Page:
Can Bello now transfer his voter card?

One pertinent issue that arises here is, can Governor Bello now transfer his voter’s card to Kogi State to qualify him for the next election? Going by the provisions of the Electoral Act 2010 (as amended), he cannot. He has bungled the process. He has shot himself in the foot. He has disqualified himself.

Section 13 of the Electoral Act that provides for transfer of a voter card to a constituency in a new location pre-supposes that such a voter has not registered in the new place of residency at all. Now, having illegally registered in Kogi State, Bello cannot seek to transfer his card to the same state as long as the criminal allegations against him hang on his neck. He who comes to equity must come with clean hands. In any event, Section 13(3) places a duty on the Resident Electoral Commissioner (REC) to whom an application for transfer is made, to investigate the registration status of the applicant.

The governor should, therefore, stop amusing himself of the possibility of a second term in Kogi State. He could seek a further term in the constituency where he is a registered voter. He surely does not belong to the electoral community of Kogi State. He remains an unregistered voter in Kogi. He can neither vote nor be voted for. It is no longer going to be a solitary fight of Faleke but a collective fight of all well-meaning Kogites and lovers of democracy who will not allow the altar of democracy to be desecrated again in the state!

The governor should also not imagine that the political and judicial abracadabra that catapulted and transfigured him to Lugard House, Lokoja, on a platter of gold at the expense of the efforts of others will work in 2020. Kogites are all the wiser now. And, it is doubtful if the Judiciary that was battered on his own account would do the biddings of mentors again.

It would be recalled that the Supreme Court delivered reasons for its mysterious judgment on September 30, 2016, and the home of Justice Sylvester Ngwuta, who curiously chaired all the panels that heard all the cases relating to the governorship seat of Kogi State, was raided seven days later by the Department of State Services (DSS). He is currently being tried at the Federal High Court.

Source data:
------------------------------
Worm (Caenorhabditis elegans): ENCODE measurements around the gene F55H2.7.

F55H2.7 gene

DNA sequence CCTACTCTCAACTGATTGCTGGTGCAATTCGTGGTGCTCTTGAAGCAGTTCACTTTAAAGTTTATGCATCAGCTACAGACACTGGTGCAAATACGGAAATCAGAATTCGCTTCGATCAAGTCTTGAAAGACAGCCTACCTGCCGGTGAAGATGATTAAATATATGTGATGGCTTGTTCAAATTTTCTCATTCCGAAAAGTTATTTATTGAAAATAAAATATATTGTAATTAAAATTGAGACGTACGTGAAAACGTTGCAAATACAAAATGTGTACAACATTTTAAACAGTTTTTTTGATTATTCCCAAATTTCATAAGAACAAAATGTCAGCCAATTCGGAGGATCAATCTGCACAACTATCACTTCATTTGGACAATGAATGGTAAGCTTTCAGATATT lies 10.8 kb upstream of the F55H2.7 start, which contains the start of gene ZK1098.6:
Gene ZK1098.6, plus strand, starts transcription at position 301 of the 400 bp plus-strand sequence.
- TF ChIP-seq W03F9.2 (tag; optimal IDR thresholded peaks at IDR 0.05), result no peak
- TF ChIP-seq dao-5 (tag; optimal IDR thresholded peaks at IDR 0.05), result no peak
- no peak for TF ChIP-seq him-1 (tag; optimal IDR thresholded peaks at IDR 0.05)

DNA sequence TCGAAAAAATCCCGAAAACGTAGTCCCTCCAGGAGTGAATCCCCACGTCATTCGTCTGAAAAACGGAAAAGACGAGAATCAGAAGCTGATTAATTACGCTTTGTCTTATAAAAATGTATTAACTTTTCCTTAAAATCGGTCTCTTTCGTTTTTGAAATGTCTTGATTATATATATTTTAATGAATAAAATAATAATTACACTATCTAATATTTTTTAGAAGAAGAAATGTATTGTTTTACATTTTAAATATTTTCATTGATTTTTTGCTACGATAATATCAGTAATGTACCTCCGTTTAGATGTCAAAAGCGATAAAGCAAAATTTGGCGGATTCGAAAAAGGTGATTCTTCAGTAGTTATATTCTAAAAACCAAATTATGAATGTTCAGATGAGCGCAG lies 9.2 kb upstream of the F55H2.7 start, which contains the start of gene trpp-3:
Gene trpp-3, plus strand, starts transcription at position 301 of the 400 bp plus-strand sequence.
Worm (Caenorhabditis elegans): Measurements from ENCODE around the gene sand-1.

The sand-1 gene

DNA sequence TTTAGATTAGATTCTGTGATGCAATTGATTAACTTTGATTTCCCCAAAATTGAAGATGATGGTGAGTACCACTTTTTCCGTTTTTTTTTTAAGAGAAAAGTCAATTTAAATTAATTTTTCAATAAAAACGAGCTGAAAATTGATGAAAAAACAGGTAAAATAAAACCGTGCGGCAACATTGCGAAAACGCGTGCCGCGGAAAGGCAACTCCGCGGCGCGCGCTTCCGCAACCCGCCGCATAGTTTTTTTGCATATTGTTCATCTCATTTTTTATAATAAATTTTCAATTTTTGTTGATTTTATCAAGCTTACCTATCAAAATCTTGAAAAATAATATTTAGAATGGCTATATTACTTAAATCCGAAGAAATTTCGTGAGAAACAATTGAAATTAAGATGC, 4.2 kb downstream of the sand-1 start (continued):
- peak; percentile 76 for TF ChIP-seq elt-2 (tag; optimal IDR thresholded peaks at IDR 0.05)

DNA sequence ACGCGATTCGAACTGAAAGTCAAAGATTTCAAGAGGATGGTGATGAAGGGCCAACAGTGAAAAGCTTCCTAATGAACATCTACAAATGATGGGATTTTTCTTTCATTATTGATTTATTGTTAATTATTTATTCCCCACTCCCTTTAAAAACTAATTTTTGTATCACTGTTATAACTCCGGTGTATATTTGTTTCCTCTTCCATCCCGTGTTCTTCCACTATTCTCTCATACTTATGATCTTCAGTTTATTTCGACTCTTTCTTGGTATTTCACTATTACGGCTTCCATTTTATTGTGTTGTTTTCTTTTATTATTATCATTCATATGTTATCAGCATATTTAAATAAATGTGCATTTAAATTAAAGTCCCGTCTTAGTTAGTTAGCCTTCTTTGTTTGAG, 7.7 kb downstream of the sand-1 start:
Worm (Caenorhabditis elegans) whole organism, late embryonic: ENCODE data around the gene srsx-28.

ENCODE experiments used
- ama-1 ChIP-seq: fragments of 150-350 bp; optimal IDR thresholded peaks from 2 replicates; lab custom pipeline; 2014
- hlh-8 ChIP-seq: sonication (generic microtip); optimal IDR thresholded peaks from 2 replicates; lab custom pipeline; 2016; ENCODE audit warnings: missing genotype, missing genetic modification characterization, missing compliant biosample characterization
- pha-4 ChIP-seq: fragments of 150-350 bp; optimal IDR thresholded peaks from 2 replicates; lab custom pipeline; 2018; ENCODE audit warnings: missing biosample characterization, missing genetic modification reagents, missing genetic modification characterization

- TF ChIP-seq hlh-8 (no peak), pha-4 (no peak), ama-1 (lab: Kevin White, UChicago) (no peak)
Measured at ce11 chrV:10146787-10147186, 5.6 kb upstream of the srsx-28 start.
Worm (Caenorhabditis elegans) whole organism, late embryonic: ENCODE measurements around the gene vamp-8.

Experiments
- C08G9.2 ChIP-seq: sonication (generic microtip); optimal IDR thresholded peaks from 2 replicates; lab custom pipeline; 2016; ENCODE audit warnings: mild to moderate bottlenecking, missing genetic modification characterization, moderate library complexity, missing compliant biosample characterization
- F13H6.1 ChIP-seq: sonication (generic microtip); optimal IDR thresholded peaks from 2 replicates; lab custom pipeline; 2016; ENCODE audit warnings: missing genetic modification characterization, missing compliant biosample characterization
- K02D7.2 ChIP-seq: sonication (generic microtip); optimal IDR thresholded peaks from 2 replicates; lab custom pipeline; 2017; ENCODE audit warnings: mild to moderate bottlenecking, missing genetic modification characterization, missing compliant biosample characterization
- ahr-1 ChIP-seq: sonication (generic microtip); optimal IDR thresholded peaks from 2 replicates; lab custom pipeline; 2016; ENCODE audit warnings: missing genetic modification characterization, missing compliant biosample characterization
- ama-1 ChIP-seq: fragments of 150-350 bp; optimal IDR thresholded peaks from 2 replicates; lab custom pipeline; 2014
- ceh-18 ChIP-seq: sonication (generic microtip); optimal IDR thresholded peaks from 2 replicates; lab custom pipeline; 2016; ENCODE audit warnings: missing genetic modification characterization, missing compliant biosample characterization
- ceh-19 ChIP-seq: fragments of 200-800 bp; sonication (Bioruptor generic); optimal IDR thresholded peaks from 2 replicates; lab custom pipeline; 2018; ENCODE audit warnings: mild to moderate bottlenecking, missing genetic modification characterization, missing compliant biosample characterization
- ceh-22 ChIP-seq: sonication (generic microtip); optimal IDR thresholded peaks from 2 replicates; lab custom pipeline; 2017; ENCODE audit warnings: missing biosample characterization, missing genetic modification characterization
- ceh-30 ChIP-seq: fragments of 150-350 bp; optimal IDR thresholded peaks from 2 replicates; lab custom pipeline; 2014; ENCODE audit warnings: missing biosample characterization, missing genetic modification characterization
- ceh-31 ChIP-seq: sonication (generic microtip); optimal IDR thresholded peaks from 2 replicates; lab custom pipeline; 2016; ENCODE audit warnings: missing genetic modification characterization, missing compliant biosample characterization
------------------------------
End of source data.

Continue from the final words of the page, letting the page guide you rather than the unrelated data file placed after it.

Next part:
Commendation for INEC

INEC must be commended for its courage and forthrightness in handling the governor’s double registration saga. The commission could easily have swept the matter under the carpet, given the status and position of the governor. After all, we live in a society where, unfortunately, the law is applied with two weights and measures – one for the rich and powerful individuals and another for the poor.

It is, however, hoped that INEC will keep its words by pursuing the case to its logical conclusions at the expiration of the governor’s tenure so that the full weight of the law can be applied. Governor Bello should not be spared. Time does not run against a crime.

How judiciary inflicted injustice on Kogites

The electoral status of Yahaya Bello was contested through all the rungs of the judiciary; from the Federal High Court through the Election Petition Tribunal, and the Court of Appeal, to the Supreme Court. The fact that Bello registered as a voter in Abuja and not in Kogi State and, therefore, not qualified to vote or be voted for in the state was duly established before the courts. Disappointingly, the courts prevaricated and gave a dubious, questionable and unjust stamp of authority to legitimise an obvious illegitimacy.

At the end of it all, the will of the people of Kogi State was subverted by judicial process. This is the greatest injustice that can be inflicted on a people.